|Golden v Romanowski|
|2015 NY Slip Op 04448 [128 AD3d 1009]|
|May 27, 2015|
|Appellate Division, Second Department|
|Published by New York State Law Reporting Bureau pursuant to Judiciary Law § 431.|
| Shaun Golden et al., Respondents,|
Paige Romanowski, Appellant.
Goggins and Palumbo, Mattituck, N.Y. (William C. Goggins of counsel), for appellant.
Mark E. Goidell, Amityville, N.Y., for respondents.
In an action to recover damages for defamation, the defendant appeals from (1) an order of the Supreme Court, Suffolk County (Spinner, J.), dated April 17, 2014, which denied her motion to vacate her default in appearing at an inquest on damages and to restore the case to the Calendar Control Part for the purpose of selecting a jury for an inquest on damages, and (2) a judgment of the same court entered May 20, 2014, which, upon, inter alia, the order, is in favor of the plaintiff and against her in the principal sum of $4,474,849.33
Ordered that the appeal from the order is dismissed; and it is further,
Ordered that the judgment is reversed, on the facts and in the exercise of discretion, the defendant's motion to vacate her default in appearing at an inquest on damages and to restore the case to the Calendar Control Part for the purpose of selecting a jury for an inquest on damages is granted, and the order is modified accordingly; and it is further,
Ordered that one bill of costs is awarded to the defendant.
The appeal from the intermediate order must be dismissed because the right of direct appeal therefrom terminated with the entry of judgment in the action (see Matter of Aho, 39 NY2d 241, 248 ). The issues raised on the appeal from that order are brought up for review and have been considered on the appeal from the judgment (see CPLR 5501 [a] ).
In order to vacate her default in appearing at the inquest on damages scheduled for October 2, 2013, the defendant was required to demonstrate both a reasonable excuse and a potentially meritorious defense (see CPLR 5015 [a] ; Goldenberg v Goldenberg, 123 AD3d 761 ; Apladenaki v Greenpoint Mtge. Funding, Inc., 117 AD3d 975, 976 ; Taylor v Saal, 4 AD3d 467 ). The determination of what constitutes a reasonable excuse generally lies within the sound discretion of the trial court (see Madonna Mgt. Servs., Inc. v R.S. Naghavi M.D. PLLC, 123 AD3d 986 ; 9 Bros. Bldg. Supply Corp. v Buonamicia, 106 AD3d 968, 969 ). In making that discretionary determination, the court should consider relevant factors such as the extent of the delay, prejudice or lack of prejudice to the opposing party, whether there has been willfulness, and the strong public policy in favor of resolving cases on the merits (see Lyubomirsky v Lubov Arulin, PLLC, 125 AD3d 614 ; Fried v Jacob Holding, Inc., 110 AD3d 56, 60 ).
[*2] Here, the defendant's attorney proffered a detailed explanation for his mistaken belief that no inquest was scheduled to be conducted by the Individual Assignment Justice on October 2, 2013. The defendant's attorney explained that, based on his experience, he believed that since the plaintiffs had filed a demand for an inquest by jury, any inquest would have to be conducted by the Justice presiding over the Calendar Control Part. He also averred that he contacted the chambers of the Individual Assignment Justice on October 1, 2013, and was advised that the matter had been remanded to the Calendar Control Part, and would not appear on the Individual Assignment Justice's calendar of October 2. Under these circumstances, the defendant's excuse for her failure to appear at the inquest on damages was reasonable (see Lyubomirsky v Lubov Arulin, PLLC, 125 AD3d 614 ; Madonna Mgt. Servs., Inc. v R.S. Naghavi M.D. PLLC, 123 AD3d 986 ; Apladenaki v Greenpoint Mtge. Funding, Inc., 117 AD3d at 976). Furthermore, the defendant demonstrated a potentially meritorious defense to the damages claimed by the plaintiffs. Although the defendant's answer was stricken, a defaulting defendant does not admit the plaintiff's conclusion as to damages, and is entitled at an inquest to cross-examine witnesses, give testimony, and offer proof in mitigation of damages (see Amusement Bus. Underwriters v American Intl. Group, 66 NY2d 878, 880 ; Rokina Opt. Co. v Camera King, 63 NY2d 728, 730 ; Paulus v Christopher Vacirca, Inc., 128 AD3d 116 [2d Dept 2015]; Rawlings v Gillert, 104 AD3d 929, 931 ). Accordingly, the Supreme Court should have granted that branch of the defendant's motion which was to vacate her default in appearing at the inquest on damages.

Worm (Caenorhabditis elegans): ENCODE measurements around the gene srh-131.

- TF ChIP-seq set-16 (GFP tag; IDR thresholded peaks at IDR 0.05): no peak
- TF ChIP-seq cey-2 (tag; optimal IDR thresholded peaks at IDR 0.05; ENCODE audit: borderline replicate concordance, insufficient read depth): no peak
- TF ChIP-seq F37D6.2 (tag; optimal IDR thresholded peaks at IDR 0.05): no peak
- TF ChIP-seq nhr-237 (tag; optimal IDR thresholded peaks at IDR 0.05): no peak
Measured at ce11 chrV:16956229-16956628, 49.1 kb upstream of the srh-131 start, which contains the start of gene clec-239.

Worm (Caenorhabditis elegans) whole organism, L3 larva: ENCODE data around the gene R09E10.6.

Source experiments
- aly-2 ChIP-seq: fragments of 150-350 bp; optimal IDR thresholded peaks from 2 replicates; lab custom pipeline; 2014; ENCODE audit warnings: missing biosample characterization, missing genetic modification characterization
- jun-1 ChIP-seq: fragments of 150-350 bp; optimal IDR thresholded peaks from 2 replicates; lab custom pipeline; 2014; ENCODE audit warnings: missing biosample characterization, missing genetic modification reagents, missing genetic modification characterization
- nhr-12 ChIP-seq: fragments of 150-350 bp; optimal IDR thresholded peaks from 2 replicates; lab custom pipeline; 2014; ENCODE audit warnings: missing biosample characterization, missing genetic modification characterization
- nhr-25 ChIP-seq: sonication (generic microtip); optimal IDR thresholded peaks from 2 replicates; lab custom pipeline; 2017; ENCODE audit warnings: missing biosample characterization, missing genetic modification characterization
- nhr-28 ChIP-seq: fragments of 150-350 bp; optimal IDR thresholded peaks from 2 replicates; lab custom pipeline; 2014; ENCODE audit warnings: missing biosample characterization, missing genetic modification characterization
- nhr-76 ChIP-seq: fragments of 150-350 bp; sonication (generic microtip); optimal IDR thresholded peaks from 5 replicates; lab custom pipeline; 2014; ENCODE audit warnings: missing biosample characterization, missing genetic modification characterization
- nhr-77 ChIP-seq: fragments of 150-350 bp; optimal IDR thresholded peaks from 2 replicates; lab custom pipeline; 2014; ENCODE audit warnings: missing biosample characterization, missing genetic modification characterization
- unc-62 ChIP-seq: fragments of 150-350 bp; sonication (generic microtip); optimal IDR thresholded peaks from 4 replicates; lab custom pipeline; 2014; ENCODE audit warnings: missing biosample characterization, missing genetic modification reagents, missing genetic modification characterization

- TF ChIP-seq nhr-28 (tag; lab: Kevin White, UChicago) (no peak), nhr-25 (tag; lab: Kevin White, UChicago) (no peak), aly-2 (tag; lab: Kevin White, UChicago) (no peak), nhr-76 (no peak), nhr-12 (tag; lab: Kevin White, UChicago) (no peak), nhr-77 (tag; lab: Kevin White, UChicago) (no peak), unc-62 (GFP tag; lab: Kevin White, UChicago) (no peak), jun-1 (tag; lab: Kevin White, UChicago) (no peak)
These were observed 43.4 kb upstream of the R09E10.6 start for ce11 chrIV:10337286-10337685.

That branch of the defendant's motion which was to restore the case to the Calendar Control Part for the purpose of selecting a jury for an inquest on damages also should have been granted. The plaintiffs demanded an inquest by jury in their note of issue, and did not validly waive that demand in accordance with the provisions of CPLR 4102 (c) (see Sapp v Propeller Co. LLC, 12 AD3d 218 ).
The plaintiffs' remaining contentions are without merit. Eng, P.J., Hall, Cohen and Barros, JJ., concur.